Doesn’t the corona crisis show that many companies in their prime have let their profits flow to shareholders, and now have to hold hands with the government because they have too few buffers? Shouldn’t we get rid of shareholder capitalism?

“It cannot be the case that shareholders only focus on the short-term financial gain and neglect the long-term consequences for the company and society. In this respect, I strongly support values-driven capitalism, in which not only financial growth, but also the social involvement of companies is the main aspect. This is really about creating shared value: economic and societal value. It must be about inclusive thinking and acting. That stakeholder thinking – the World Economic Forum recently argued for stakeholder capitalism – is essential in this day and age, when we meet the limits of money-driven capitalism. We are entering the era of responsible capitalism.”

What contribution can Christian democracy make in the debate about the organisation of society?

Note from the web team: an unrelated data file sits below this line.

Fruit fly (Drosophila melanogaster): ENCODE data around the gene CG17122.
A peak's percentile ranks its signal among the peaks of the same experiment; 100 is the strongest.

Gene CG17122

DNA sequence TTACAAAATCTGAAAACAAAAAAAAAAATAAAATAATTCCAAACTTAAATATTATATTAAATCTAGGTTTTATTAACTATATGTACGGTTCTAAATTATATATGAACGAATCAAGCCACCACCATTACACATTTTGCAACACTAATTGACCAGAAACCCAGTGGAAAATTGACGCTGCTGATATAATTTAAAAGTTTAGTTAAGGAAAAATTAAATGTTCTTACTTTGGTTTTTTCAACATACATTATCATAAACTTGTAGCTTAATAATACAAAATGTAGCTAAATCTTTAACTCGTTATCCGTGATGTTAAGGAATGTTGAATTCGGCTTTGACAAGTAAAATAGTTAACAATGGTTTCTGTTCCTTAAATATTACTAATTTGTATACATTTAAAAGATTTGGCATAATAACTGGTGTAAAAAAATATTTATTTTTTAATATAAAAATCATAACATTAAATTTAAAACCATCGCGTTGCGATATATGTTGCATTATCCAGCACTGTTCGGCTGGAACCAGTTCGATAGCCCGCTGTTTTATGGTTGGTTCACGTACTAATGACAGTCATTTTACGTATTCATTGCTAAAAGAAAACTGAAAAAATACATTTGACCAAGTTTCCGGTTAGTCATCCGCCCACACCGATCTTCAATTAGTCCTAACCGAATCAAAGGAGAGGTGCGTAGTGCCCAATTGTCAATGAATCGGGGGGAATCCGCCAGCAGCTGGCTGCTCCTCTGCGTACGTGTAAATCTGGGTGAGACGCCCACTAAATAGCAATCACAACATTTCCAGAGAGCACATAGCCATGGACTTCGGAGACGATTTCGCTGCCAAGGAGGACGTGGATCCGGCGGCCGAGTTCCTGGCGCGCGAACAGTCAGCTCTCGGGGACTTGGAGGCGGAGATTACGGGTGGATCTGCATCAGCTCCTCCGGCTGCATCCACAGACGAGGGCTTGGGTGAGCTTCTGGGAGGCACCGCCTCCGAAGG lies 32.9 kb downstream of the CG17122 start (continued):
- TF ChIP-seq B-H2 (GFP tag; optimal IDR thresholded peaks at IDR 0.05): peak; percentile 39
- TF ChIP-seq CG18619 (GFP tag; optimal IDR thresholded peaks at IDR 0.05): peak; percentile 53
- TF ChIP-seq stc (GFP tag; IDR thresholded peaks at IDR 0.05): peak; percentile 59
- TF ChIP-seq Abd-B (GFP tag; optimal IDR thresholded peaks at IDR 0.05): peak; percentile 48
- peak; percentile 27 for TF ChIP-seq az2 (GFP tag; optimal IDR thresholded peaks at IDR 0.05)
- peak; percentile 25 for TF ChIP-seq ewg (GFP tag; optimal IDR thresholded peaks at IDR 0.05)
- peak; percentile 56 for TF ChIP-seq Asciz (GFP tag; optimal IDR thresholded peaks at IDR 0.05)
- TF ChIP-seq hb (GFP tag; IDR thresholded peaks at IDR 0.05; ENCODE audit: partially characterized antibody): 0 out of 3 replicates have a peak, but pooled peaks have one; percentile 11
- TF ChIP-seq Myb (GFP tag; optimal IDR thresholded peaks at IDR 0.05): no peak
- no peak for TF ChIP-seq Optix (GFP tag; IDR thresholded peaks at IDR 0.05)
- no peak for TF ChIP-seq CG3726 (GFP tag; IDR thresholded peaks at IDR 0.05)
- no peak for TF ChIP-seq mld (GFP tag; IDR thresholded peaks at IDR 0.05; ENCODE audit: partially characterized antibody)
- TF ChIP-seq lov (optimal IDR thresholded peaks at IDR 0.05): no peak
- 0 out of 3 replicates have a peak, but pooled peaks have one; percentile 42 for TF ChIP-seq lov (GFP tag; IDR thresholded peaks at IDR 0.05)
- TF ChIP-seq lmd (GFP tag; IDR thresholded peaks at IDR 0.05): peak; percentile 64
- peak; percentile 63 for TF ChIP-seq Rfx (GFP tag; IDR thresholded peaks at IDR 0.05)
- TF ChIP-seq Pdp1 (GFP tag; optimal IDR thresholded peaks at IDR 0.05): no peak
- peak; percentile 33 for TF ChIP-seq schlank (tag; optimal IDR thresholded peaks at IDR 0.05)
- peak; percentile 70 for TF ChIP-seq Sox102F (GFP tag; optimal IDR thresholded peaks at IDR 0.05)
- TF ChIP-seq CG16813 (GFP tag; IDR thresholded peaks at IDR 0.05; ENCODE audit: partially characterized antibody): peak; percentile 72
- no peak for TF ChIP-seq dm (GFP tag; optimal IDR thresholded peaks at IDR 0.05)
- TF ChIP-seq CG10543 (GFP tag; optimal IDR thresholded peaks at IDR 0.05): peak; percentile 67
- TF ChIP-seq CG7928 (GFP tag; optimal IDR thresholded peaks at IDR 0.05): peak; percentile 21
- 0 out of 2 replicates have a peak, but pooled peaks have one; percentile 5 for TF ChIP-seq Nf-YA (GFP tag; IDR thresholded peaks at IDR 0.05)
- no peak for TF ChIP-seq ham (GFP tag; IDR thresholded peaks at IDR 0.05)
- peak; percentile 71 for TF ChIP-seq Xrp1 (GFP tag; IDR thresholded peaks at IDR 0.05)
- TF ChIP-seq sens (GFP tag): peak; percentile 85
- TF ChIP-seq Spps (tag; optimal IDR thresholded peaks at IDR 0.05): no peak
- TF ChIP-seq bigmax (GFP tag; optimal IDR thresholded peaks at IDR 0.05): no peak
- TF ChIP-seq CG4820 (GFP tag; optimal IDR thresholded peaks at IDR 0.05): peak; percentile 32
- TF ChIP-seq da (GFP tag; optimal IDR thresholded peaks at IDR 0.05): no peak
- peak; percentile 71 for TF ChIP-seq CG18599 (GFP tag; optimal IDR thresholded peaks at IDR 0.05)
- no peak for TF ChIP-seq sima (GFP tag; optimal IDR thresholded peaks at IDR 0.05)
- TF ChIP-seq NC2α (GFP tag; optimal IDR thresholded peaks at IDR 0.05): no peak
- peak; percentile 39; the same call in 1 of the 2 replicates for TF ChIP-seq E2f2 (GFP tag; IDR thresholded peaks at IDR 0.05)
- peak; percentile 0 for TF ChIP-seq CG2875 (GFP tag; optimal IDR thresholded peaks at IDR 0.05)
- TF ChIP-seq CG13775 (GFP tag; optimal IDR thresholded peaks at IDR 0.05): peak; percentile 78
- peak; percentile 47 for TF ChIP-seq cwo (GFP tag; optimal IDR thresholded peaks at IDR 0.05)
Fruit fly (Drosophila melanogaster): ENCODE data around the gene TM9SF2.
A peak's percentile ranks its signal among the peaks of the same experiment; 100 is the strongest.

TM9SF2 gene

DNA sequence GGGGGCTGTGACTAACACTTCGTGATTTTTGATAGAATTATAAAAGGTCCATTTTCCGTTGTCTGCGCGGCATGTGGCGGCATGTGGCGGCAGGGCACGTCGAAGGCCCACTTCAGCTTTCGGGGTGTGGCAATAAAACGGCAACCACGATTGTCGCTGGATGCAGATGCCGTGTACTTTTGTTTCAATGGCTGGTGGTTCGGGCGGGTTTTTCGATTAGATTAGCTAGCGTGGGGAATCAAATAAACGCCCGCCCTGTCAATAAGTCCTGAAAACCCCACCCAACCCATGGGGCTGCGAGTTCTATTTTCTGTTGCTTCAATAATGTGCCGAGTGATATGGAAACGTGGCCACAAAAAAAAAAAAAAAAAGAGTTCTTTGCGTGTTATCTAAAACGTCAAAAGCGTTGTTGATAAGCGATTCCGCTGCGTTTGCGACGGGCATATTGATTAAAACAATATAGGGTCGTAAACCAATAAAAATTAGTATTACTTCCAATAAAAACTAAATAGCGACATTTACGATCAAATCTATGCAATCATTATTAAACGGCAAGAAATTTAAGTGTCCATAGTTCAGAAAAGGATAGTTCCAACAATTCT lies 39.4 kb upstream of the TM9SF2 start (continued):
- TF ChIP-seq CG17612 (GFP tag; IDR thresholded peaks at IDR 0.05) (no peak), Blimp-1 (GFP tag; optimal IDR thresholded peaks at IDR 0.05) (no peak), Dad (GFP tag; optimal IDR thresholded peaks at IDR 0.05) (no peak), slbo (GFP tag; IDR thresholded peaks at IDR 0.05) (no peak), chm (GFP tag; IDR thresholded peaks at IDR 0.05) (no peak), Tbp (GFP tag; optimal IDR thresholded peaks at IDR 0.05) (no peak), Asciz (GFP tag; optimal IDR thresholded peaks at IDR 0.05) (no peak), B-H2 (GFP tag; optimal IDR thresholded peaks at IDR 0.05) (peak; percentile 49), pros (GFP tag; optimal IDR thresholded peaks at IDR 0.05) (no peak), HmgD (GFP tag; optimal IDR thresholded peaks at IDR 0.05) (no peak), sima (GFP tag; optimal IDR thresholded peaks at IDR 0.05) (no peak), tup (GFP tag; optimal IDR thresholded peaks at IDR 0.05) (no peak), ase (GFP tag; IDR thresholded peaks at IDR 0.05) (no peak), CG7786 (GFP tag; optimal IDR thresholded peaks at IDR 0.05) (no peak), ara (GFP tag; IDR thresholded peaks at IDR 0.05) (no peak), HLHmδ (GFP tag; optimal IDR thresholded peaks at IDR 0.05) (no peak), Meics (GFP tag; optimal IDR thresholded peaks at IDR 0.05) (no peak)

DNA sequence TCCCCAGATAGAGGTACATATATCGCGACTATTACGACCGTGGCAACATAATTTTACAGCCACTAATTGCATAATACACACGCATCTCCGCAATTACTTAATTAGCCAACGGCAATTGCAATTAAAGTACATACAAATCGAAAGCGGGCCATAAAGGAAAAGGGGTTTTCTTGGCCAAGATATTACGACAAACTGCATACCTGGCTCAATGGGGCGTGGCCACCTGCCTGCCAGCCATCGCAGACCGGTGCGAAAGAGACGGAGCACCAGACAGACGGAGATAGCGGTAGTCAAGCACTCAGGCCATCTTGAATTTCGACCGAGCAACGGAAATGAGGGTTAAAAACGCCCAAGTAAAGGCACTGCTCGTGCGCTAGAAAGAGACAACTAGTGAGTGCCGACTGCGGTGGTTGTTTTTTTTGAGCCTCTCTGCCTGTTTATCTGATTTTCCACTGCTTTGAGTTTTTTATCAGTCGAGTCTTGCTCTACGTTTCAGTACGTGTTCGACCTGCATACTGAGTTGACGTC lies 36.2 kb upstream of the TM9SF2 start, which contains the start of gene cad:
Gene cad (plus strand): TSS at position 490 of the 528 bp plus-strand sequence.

“That we recognise that all issues have a moral component. We are now faced with the choice: do we only determine what the role of the state, the market, and social institutions are through an economic prism, or do we examine, from a moral framework, what justice is and what the common good is, the so-called Bonum Commune. Then it’s not only about the question “who does what”? No, then we first determine what we want, what public justice means, and then the question arises why the market, government, or society can best do this. This is called differentiated responsibility in Christian Democratic thinking, but it is always a spread responsibility normalised by solidarity and stewardship. Something similar is needed now, because all kinds of things will shift due to the corona crisis. It is my firm belief that the strength of Christian democracy lies in our vision of tomorrow’s society: common good and Bonum Commune, community thinking, moral capitalism, long-term value creation, climate and stewardship, the SDGs, collaboration, and connection. We need to develop this further and, therefore, we must be inspired. That inspiration remains the most important thing a Christian Democratic politician needs. “